Whether you are planning to get married, are in the process of getting a divorce, or are amidst a separation between you and your spouse, it is imperative that your Will is valid. Our Wills and succession lawyer in Toronto can assist you in appropriately reflecting your wishes and proper distribution of your estate and assets to only those that you have appointed.
Duensing Law can provide you with experienced legal advice in succession planning strategies in Toronto so that you can develop an estate plan that properly fits your goals and aspirations.
When it comes to estate planning and important documents, such as Wills, you should have a valid legally binding document that reflects your current and future wishes. We answer why a Will is crucial in matters of marriage, divorce and separation circumstances so that you are best suited for sensitive matters.
Does a Marriage Invalidate a Will?
In Ontario, if you have a legal Will before your marriage, it is automatically annulled upon marriage. To avoid this outcome, you can make a Will before the matrimony takes place. A Will validated before marriage must include a legitimate statement referencing the upcoming marriage and the name of your partner.
It is highly recommended that you thoroughly read your registered plan and insurance designations prior to your marriage so that they will not be revoked upon your legal partnership. You can prove that your Will is conditional on your future marriage to avoid instances of full Will annulment.
The rules concerning marriages invalidating Wills will change in 2022. It is prudent to employ the legal services of our team to ensure that your marriage does not jeopardize the validity of your Will.
Is a Will Revoked By Divorce?
In case of a divorce, your Will remains effective only for your benefit, and any spouse implications are immediately annulled.
When you divorce after your Will has been signed, your existing Will remains valid. However, the paragraphs that incorporate benefits for your former spouse, will be revoked. All clauses giving your former spouse property, ownership of your assets or appointing your former spouse as an executor automatically become invalid.
In Ontario, these rules are only applicable to those marriages that have terminated in divorce. This does not include legal partnerships that have ended due to separation. Separation does not impact the validity of the Will, and it is advised to update your Will if you choose to not benefit your spouse after you have separated.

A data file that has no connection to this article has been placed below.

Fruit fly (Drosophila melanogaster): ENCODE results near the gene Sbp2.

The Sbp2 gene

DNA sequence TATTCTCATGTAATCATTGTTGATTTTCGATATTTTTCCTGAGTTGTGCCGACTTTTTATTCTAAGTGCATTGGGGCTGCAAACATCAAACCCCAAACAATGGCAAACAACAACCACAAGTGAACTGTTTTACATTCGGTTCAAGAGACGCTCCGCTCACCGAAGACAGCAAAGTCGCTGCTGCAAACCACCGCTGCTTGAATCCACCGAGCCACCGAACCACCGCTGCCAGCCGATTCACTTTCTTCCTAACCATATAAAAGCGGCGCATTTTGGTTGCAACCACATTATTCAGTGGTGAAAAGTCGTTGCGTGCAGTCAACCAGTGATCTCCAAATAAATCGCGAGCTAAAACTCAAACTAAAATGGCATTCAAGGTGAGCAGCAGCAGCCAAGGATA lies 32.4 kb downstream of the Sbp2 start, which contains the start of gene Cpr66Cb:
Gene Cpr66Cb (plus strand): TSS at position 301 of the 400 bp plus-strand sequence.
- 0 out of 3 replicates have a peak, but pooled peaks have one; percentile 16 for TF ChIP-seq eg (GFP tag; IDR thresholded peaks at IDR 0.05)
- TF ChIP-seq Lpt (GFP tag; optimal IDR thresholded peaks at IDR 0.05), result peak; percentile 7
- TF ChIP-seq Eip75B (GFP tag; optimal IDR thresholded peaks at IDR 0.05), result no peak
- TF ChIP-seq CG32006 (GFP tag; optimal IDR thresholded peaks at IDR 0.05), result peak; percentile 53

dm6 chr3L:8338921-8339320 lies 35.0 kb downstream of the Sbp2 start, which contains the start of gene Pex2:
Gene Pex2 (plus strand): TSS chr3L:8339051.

However, these rules will change in 2022. It is prudent to employ the legal services of our team to ensure that your Will is updated properly.
What is a Mirror Will?
A ‘Mirror Will’ is written by both spouses, following their wishes to ‘mirror’ their intentions. For example, both spouses can agree to give 50% of their personal property to each other, and leave the other 50% to their children. Mirror Wills are legally binding documents under Ontario Law, however, they do not create legal obligations between the spouses.
Mirror Wills enable the spouses to decide how their estate and assets should be distributed, but there is no law preventing one of the spouses from revoking the Mirror Will without the other spouse knowing. Additionally, one of the spouses can change the contents of the Mirrored Will at a later date if they choose to remarry.
If one spouse annuls a Mirrored Will, the implications of the legally binding document do not change.
Ensure that your wishes and objectives are taken care of, and enlist our legal counsel in advising you through Will guidance.
What are the Three Conditions to Make a Will Valid?
Under the Succession Law Reform Act of Ontario, a Will must include three legal requirements to be valid as a legally binding document. They are:
- The Will must be in writing: This does not entitle a Will that is typed out and then signed by the testator. The purpose of this rule is to ensure that the document represents the exact wishes of the Will creator.
- The Will must be signed and dated: The testator must sign the Will, preferably with pen and ink. The testator’s signature must be presented at the end of the document.
- Valid Witnesses: Witnesses must be legal adults over the age of 18 that can sign the Will, stating that the testator is mentally competent or is not unfairly influenced by a third party. Your witnesses cannot be named executors, and cannot be beneficiaries or their spouses. If the witness is a beneficiary, the distributions of your assets might not be considered valid.
Is Your Will Valid in Ontario? | Our Wills and Succession Lawyer in Toronto Can Help!
Ensure that your Will is legal and clearly expresses your wishes in all circumstances. Whether you are getting married, presently married, filing for divorce or have separated from your spouse, Duensing Law can help you craft your Will to appropriately distribute your assets to the appropriate people, according to your wishes.
Contact us for a complimentary consultation and speak with our experienced law firm today. Duensing Law will save you unnecessary trouble and expense by helping you create a successful and official estate plan. To schedule an appointment or contact us for a consultation, email us at firstname.lastname@example.org or call us directly at (416) 601-4769.
Comments are closed.